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A 3mm wider tire might be the difference between being completely beat up or relatively fresh after 3 hours in the saddle. I know that's definitely the case on our NorCal pave'.
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Old 11-15-19, 07:07 PM
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Originally Posted by caloso View Post
A 3mm wider tire might be the difference between being completely beat up or relatively fresh after 3 hours in the saddle. I know that's definitely the case on our NorCal pave'.
But it's comments like these that I find interesting. 3 yrs ago, nobody was complaining about how beat up they were from their tires being inflated to 90+psi, now it seems like the BF wisdom is that pressures like this are insane.
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Old 11-15-19, 08:12 PM
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Originally Posted by Sy Reene View Post
But it's comments like these that I find interesting. 3 yrs ago, nobody was complaining about how beat up they were from their tires being inflated to 90+psi, now it seems like the BF wisdom is that pressures like this are insane.
Sure they were! It was a major reason that the cycling market pivoted from road bikes in the 1970s to MTBs in the 1980s. Those hard skinny tires. The difference now is that the effect is finally being quantified and so it's not as "un-manly" to discuss comfort on the bike.
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Old 11-15-19, 11:42 PM
  #35  
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Originally Posted by Sy Reene View Post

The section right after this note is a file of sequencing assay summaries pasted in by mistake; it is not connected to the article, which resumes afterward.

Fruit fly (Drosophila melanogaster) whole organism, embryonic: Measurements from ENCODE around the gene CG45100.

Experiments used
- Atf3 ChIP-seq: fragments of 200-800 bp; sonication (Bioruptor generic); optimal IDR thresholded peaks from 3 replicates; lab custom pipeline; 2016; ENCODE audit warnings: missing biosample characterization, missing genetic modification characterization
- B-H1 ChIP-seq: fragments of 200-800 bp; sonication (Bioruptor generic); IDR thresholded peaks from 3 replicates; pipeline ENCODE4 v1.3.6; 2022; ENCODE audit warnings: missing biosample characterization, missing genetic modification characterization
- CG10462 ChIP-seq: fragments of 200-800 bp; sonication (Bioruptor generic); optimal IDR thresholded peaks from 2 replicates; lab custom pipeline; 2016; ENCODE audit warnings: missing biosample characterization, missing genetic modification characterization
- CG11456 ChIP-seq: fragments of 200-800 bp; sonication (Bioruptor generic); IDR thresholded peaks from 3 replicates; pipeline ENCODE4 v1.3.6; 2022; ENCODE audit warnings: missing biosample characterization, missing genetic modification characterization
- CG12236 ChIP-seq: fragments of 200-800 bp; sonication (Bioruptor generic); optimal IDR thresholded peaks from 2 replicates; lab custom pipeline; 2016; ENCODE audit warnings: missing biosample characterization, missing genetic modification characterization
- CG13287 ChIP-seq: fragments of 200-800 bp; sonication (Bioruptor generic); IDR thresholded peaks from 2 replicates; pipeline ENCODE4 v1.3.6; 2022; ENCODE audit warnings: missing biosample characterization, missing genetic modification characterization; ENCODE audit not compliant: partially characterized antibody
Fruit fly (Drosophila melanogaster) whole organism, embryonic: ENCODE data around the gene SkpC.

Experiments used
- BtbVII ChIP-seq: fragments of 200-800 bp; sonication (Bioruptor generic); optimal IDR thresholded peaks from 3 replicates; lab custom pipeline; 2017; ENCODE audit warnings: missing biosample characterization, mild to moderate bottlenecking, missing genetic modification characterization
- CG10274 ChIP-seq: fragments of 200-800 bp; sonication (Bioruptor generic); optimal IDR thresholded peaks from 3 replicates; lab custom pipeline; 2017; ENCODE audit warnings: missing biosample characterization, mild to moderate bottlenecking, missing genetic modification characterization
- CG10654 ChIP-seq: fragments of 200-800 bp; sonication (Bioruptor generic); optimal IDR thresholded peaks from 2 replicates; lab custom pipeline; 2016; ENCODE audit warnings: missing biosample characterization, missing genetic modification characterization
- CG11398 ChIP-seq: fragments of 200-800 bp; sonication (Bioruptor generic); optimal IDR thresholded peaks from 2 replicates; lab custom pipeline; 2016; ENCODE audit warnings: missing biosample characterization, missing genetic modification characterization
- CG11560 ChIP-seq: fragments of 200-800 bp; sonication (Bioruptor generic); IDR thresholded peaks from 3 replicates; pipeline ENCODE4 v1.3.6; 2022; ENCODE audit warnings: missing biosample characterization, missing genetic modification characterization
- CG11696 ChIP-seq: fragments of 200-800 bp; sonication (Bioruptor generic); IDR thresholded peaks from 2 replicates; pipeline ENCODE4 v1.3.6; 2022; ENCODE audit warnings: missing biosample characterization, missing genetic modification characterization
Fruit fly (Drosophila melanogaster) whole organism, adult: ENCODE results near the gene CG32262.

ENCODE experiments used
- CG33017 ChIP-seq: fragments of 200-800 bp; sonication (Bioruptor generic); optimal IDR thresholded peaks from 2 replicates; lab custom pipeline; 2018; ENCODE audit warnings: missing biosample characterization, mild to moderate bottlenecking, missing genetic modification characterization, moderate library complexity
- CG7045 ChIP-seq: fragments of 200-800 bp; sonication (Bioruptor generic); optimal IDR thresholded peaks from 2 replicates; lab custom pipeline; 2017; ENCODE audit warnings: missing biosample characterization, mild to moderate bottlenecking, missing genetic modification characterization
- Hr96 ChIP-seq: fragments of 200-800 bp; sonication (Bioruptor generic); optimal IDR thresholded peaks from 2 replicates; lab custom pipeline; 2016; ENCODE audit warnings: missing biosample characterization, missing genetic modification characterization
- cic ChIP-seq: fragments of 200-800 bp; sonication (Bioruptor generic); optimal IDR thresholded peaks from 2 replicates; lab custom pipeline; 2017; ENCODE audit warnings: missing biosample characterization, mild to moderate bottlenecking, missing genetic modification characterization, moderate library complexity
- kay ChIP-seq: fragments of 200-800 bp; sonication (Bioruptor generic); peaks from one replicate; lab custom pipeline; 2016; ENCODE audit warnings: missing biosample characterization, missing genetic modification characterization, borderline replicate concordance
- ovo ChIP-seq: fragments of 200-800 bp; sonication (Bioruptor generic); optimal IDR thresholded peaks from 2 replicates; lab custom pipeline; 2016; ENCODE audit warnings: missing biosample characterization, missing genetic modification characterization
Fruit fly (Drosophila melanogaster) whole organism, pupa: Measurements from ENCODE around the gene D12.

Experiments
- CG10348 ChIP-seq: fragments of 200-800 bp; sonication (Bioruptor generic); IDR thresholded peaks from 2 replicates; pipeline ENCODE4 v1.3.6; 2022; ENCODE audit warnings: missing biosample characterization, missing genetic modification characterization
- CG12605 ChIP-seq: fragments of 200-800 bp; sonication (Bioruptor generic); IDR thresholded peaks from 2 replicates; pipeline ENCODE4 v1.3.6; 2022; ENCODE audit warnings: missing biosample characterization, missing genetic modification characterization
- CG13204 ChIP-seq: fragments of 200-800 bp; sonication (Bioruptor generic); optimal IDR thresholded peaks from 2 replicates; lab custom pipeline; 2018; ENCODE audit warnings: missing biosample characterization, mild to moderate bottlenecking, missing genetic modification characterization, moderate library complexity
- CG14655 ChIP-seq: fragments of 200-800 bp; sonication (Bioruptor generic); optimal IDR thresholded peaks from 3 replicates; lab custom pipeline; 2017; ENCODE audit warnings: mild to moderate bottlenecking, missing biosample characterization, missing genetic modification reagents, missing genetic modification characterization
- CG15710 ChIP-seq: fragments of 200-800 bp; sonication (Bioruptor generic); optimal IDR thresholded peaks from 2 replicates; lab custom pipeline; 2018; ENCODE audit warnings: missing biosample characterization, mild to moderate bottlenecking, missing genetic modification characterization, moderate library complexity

It seems a lot of BF is now on a bandwagon that's claiming comfort is king. No longer is priority performance, but cushiness.
If a lack of compliance is resulting in discomfort, the energy being spent making you uncomfortable is coming out of your forward momentum. Even ignoring the performance affects of being fatigued, pumping tires comfortably isn't just about comfort for the sake of comfort.

15% drop used to be determinant of 'proper'. Now we hear that 100psi for tubed 25mm tire is overkill? (though it probably is for a front tire, I think most 15% drop calculators ask for about 100psi for a ~160lb rider).
Where are you getting those numbers? A 160lb road rider tends to me somewhere in the ballpark of a 180lb bike+rider. If we assume a 55/45 weight distribution, that's about 100lbs on the rear wheel and 80lbs on the front. If we target 15% drop by referencing the Berto chart for a 25mm tire, that's a little under 90PSI for the rear wheel and a little under 70PSI for the front wheel.

15% drop was never "proper", it was a rough rule of thumb to establish a starting point. Obviously some folks treated it like a hard rule, but that's not much different to how the same happens with any rule of thumb, like some people think that every bike should have the fore-aft set to exactly KOPS.

Originally Posted by ThermionicScott View Post
It was a major reason that the cycling market pivoted from road bikes in the 1970s to MTBs in the 1980s. Those hard skinny tires.
A lot of things played a role, including posture, gearing, and braking. Don't forget that in the early 80s it was still common for road bikes to fit tires over 30mm wide.

That was a time when everyone was stuck on single-pivot calipers even though vastly better brakes had been available for many decades, and if you wanted an upright road bike, your option was a racing bike with turkey levers and stem shifters. The technology of the day allowed road bicycles to be fantastic machines, but the fashion of the day resulted in no shortage of silly nonsense.
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Old 11-16-19, 02:01 AM
  #36